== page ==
/ 12 May 2009

Pakistan claims 700 Taliban killed in Swat

Army attacks in the Swat valley of north-west Pakistan have killed up to 700 militants, according to the country’s interior minister, amid American fears that al-Qaeda is moving to capitalise on Pakistan’s growing instability.

As government forces launched new air strikes in Swat, suicide bombers struck a checkpoint near the main north-western city of Peshawar, killing 10 people and wounding more than a dozen.

The army moved into Swat, a tourist area 16omkm from the capital, Islamabad, on Thursday. The interior minister, Rehman Malik, said the operation would continue until ”the last” Taliban fighter was ousted. Authorities have yet to say how many civilians have been killed or wounded, possibly for fear of causing a public outcry.

The Pakistani army on Monday ordered residents to flee the Swat Valley during a lull in fighting, triggering a further exodus of frightened people and raising expectations of a significant ground offensive against the Taliban.

Miles of traffic jams snaked out of the war-torn valley as tens of thousands of people fled using all available means, from donkey-drawn carts to rickshaws.

The fight is being closely watched from the United States, which fears that al-Qaeda will try to profit from Pakistan’s turmoil. Intelligence officials say the Taliban advances in Swat and Buner have helped al-Qaeda in its recruiting efforts aimed at young fighters across the Middle East, North Africa and Central Asia.

”They smell blood, and they are intoxicated by the idea of a jihadist takeover in Pakistan,” Bruce Riedel, a former analyst for the CIA, who recently led the Obama administration’s policy review of Pakistan and Afghanistan, told the New York Times.

General David Petraeus, the head of US central command, warned that the Taliban posed a threat ”to the very existence of the Pakistani state”.

Petraeus said al-Qaeda’s central leadership had moved to Pakistan but he denied that generous military aid was linked to a possible US deployment. ”This is not about us putting combat boots on the ground,” he told Fox News.

The exodus from Swat added to a humanitarian crisis that is rapidly swelling beyond earlier fears. Officials in Mardan, on the lowland plains below Swat, said 250 000 people had registered for help, more than double the total on Friday.

Including 550 000 people displaced by earlier fighting, officials said they feared as many as 1,3-million people could soon be homeless in North West Frontier province. The aid group World Vision said it had found ”intolerable” conditions in some of the six hastily opened camps, pointing to high temperatures and a lack of toilets and electricity.

The army said that between 12 000 and 15 000 security forces — regular army and paramilitary frontier corps — were stationed in Swat, pitted against between 4 000 and 5 000 Taliban guerrillas, the bulk of whom are concentrated in Mingora.

The militants used the nine-hour pause in fighting to deepen their defences against an expected army ground offensive. In Kanju, a strategically important village beside the river Swat, fighters surrounded a police checkpoint near the army-controlled city airfield.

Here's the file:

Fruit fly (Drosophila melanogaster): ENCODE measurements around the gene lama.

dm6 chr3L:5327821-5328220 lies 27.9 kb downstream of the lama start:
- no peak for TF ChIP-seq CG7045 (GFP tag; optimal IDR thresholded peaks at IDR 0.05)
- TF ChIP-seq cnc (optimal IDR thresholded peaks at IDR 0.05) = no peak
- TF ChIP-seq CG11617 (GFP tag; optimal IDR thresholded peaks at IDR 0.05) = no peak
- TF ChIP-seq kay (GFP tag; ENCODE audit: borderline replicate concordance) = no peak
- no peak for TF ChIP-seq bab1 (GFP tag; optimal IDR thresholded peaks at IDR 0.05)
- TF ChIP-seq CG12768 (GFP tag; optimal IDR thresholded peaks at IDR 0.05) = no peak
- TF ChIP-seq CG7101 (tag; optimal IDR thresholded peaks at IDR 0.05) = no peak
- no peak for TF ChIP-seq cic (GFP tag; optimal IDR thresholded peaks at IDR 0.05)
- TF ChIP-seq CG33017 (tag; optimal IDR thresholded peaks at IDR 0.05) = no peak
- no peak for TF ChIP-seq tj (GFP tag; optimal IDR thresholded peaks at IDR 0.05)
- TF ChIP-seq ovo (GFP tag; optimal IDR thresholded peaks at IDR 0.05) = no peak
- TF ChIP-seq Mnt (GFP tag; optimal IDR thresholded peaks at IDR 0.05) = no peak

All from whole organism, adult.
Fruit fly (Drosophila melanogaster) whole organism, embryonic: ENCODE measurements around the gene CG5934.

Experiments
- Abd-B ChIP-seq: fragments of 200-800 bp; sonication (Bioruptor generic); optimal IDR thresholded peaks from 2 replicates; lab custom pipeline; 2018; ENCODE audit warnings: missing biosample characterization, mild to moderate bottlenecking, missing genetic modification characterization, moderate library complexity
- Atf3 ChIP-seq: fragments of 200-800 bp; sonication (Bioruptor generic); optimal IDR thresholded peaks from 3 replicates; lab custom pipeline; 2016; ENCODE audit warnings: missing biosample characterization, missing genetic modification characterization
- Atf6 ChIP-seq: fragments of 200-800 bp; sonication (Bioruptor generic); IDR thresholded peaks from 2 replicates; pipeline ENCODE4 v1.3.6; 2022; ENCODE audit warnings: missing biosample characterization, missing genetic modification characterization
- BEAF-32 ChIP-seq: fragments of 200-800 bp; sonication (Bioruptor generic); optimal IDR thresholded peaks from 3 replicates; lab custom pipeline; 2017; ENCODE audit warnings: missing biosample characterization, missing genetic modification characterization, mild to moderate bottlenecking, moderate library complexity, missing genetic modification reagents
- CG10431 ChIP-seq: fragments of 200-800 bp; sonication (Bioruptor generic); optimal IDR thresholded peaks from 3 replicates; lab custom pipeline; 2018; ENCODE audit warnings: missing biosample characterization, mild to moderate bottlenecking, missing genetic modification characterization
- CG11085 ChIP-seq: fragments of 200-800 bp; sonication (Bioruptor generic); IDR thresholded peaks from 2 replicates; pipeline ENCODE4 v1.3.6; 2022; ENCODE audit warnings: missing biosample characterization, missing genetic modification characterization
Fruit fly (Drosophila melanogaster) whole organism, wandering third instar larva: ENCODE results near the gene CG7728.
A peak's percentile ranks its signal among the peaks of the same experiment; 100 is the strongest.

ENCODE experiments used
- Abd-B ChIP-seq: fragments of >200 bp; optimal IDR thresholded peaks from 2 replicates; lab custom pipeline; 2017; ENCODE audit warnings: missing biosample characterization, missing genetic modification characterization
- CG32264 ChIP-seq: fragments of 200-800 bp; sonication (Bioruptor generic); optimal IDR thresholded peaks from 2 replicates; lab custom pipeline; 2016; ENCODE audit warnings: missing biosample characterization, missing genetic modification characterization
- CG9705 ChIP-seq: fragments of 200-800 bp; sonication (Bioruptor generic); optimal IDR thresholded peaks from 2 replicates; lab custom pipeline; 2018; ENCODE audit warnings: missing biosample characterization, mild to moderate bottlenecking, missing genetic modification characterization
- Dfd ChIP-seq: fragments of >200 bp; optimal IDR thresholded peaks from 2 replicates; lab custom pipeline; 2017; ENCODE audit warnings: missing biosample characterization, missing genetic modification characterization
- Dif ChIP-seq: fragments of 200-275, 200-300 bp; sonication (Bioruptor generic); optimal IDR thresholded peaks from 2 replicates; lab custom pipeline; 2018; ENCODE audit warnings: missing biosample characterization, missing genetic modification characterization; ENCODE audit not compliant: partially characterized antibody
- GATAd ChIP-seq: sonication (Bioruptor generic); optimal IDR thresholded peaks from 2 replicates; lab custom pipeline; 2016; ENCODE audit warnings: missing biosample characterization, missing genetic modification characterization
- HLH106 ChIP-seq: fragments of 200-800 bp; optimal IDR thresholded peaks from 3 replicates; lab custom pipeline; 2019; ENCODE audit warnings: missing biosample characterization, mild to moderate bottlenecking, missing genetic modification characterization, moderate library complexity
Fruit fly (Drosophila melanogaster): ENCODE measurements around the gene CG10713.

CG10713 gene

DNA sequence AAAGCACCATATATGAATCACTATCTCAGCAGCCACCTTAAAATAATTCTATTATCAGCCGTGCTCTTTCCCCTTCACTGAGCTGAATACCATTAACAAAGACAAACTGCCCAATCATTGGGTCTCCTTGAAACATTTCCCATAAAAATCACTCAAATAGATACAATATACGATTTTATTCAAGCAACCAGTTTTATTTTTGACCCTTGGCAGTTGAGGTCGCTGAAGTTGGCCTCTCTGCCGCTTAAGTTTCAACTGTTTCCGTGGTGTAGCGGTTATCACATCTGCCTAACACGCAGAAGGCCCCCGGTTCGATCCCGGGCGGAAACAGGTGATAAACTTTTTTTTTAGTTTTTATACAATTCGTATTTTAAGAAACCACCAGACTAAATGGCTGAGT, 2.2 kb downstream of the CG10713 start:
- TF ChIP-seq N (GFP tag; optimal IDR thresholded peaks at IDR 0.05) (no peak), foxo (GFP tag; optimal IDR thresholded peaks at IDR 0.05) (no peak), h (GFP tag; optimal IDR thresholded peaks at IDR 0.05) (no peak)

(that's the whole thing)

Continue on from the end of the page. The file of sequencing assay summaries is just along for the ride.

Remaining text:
Further along, fighters sheltered below overhangs and thickets of trees to avoid being detected by helicopter gunships. They warned residents to leave the area immediately.

Absent was the militants’ leader, the charismatic preacher Maulana Fazlullah, who villagers speculated was hiding in the Tharan valley, 16km to the west bordering Upper Dir district. Fazlullah continues, however, to make use of the FM radio broadcasts that helped him rise from obscurity two years ago, employing them to issue coded instructions to battlefield commanders and threats to perceived enemies.

The army launched its full-scale operation following the collapse of a fragile peace deal that saw militants fanning out of their Swat stronghold into neighbouring districts such as Buner and Dir. It was a fight ”for the survival of the country”, the prime minister, Yousaf Raza Gilani, said on Saturday. The offensive came as Pakistan’s president, Asif Ali Zardari, visited the US to reassure a nervous Obama administration that Pakistan was committed to fighting militancy.

The operation has enjoyed an unusual level of support at home, even from conservative forces previously reluctant to criticise the Taliban. A conference of religious clerics in Rawalpindi endorsed the military campaign as a ”jihad against the enemies of Islam”.

Turning points in public opinion included the release of a video showing a Taliban fighter flogging a teenage woman, and a declaration by Sufi Muhammad, a senior pro-Taliban cleric, that democracy was an ”infidel” concept.

The provincial government released the 78-year-old jihadi cleric from prison last year in the hope he would persuade the Taliban to lay down arms.

One of the few voices publicly opposing the army campaign is the former cricketer Imran Khan, who leads a small party and has aligned himself with rightwing forces in recent years.

Fears of a ”Talibanistan” in Frontier province were ”nonsense”, he said.

”This whole thing is very sinister,” he said, accusing the government of ”setting up this idea that Islamabad was being threatened and the Taliban were coming with their way of life and cutting of throats”.

Khan’s stance has antagonised left-leaning Pakistanis. ”He is very foolish,” said Talat Masood, a retired general and analyst. ”He is just trying to build up his image by criticising a military operation. But he is doing a great disservice to himself.” – guardian.co.uk